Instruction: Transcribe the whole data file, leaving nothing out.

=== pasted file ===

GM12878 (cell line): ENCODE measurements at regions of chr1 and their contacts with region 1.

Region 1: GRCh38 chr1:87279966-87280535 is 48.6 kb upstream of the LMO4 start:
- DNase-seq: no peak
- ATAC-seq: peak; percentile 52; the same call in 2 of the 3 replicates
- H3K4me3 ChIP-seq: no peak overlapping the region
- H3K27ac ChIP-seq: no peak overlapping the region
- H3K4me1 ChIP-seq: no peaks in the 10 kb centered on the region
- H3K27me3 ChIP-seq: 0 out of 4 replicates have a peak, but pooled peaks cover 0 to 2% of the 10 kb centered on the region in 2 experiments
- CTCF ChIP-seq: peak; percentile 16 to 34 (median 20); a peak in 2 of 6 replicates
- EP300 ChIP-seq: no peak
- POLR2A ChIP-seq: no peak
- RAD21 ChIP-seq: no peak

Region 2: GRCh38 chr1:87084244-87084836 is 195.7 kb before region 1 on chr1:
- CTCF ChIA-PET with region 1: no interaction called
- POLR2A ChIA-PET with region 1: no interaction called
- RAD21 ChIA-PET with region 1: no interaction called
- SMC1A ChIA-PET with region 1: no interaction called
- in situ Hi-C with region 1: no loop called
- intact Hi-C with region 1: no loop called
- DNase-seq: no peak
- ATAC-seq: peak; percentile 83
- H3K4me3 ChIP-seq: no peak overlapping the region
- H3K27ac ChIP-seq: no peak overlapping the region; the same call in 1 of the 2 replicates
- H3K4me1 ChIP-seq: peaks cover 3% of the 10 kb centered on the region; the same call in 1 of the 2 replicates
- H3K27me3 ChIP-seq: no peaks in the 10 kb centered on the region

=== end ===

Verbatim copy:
GM12878 (cell line): ENCODE measurements at regions of chr1 and their contacts with region 1.

Region 1: GRCh38 chr1:87279966-87280535 is 48.6 kb upstream of the LMO4 start:
- DNase-seq: no peak
- ATAC-seq: peak; percentile 52; the same call in 2 of the 3 replicates
- H3K4me3 ChIP-seq: no peak overlapping the region
- H3K27ac ChIP-seq: no peak overlapping the region
- H3K4me1 ChIP-seq: no peaks in the 10 kb centered on the region
- H3K27me3 ChIP-seq: 0 out of 4 replicates have a peak, but pooled peaks cover 0 to 2% of the 10 kb centered on the region in 2 experiments
- CTCF ChIP-seq: peak; percentile 16 to 34 (median 20); a peak in 2 of 6 replicates
- EP300 ChIP-seq: no peak
- POLR2A ChIP-seq: no peak
- RAD21 ChIP-seq: no peak

Region 2: GRCh38 chr1:87084244-87084836 is 195.7 kb before region 1 on chr1:
- CTCF ChIA-PET with region 1: no interaction called
- POLR2A ChIA-PET with region 1: no interaction called
- RAD21 ChIA-PET with region 1: no interaction called
- SMC1A ChIA-PET with region 1: no interaction called
- in situ Hi-C with region 1: no loop called
- intact Hi-C with region 1: no loop called
- DNase-seq: no peak
- ATAC-seq: peak; percentile 83
- H3K4me3 ChIP-seq: no peak overlapping the region
- H3K27ac ChIP-seq: no peak overlapping the region; the same call in 1 of the 2 replicates
- H3K4me1 ChIP-seq: peaks cover 3% of the 10 kb centered on the region; the same call in 1 of the 2 replicates
- H3K27me3 ChIP-seq: no peaks in the 10 kb centered on the region